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Developing digital mines of the future

Guy Turner, Director of Partners in Performance (PIP), spoke to Raconteur in the UK Times about developing digital mines of the future.

Developing digital mines of the future

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Between 2012 and 2016, the global mining industry found itself in a battle with market economics. Falling commodity prices, slowing demand from China and a resulting market oversupply forced miners to cut costs, rebuild balance sheets and spend 2017 refocusing business strategy. 

But this financial rationalisation triggered a new technology cycle as companies sought to improve efficiency and make savings through new innovations. 

“We have seen mining companies and their employees optimise mills, manage flowsheets, grade profiles and analyse exploration results long before these methods were labelled ‘big data’,” says Evy Hambro, manager of the BlackRock World Mining Trust. “However, the processing power available today should enable this to be done more efficiently than ever before.”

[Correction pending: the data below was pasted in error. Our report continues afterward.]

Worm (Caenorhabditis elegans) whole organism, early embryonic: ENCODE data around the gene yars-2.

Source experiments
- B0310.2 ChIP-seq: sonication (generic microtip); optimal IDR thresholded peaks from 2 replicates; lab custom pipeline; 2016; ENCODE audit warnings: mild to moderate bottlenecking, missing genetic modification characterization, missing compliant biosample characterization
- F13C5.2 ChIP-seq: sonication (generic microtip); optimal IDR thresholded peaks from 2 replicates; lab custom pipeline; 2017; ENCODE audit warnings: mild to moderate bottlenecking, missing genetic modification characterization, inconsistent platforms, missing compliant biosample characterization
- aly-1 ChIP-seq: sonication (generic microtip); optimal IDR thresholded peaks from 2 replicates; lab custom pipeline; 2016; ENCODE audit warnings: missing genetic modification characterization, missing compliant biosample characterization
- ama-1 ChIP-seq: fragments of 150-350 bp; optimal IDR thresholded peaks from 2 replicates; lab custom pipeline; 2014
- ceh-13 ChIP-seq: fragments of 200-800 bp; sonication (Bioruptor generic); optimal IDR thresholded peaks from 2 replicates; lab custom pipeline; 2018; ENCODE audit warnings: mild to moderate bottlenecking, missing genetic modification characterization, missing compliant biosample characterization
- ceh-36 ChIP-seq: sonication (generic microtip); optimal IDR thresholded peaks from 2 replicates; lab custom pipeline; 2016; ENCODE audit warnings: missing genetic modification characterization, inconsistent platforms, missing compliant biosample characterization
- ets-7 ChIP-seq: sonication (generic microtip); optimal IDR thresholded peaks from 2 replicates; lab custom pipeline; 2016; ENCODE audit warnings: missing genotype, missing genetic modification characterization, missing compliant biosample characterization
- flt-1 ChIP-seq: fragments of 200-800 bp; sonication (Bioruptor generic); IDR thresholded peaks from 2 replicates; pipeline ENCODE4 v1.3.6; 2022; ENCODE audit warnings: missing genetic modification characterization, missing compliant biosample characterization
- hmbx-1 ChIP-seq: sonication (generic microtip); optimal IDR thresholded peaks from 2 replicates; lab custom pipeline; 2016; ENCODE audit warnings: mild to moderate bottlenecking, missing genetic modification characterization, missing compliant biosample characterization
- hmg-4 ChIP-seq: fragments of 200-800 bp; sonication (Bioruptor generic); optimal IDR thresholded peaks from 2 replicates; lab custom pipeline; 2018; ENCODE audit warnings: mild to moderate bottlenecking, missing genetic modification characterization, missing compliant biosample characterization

With economic conditions looking more favourable for miners, there is renewed appetite for growth, encouraging mining groups to be far more ambitious with their technological aspirations in the years ahead. 

“Different sectors in the mining industry have faced cost pressures in recent years,” explains Guy Turner, director of management consulting group Partners in Performance. “That forced a bunch of tactical cost-reductions. As the profits come back, businesses are saying ‘how do we enable the people that we have with technology?’” 

Mr Turner stresses that technological adoption varies by region, but notes the largest mining companies have made significant capital investments in robotics, autonomous vehicles, drones for stock pile measurement and embraced a host of wearable technologies to enhance safety. 

“Corporate strategy has reacted to an economic cycle in mining that originally said reduce your costs quickly. Now we are in happier times, we can grow and build businesses, and this is being done through technology,” he says. “Innovation is happening in every dimension, whether the focus is on safety, quality measurement, automation, use of predictive data or adoption of digital solutions.” 

As mining companies become more ambitious with their capital investments, the difficulty for management teams is prioritising those technologies with the potential for the biggest impact. 

To read the full story, click here.

Source: www.raconteur.net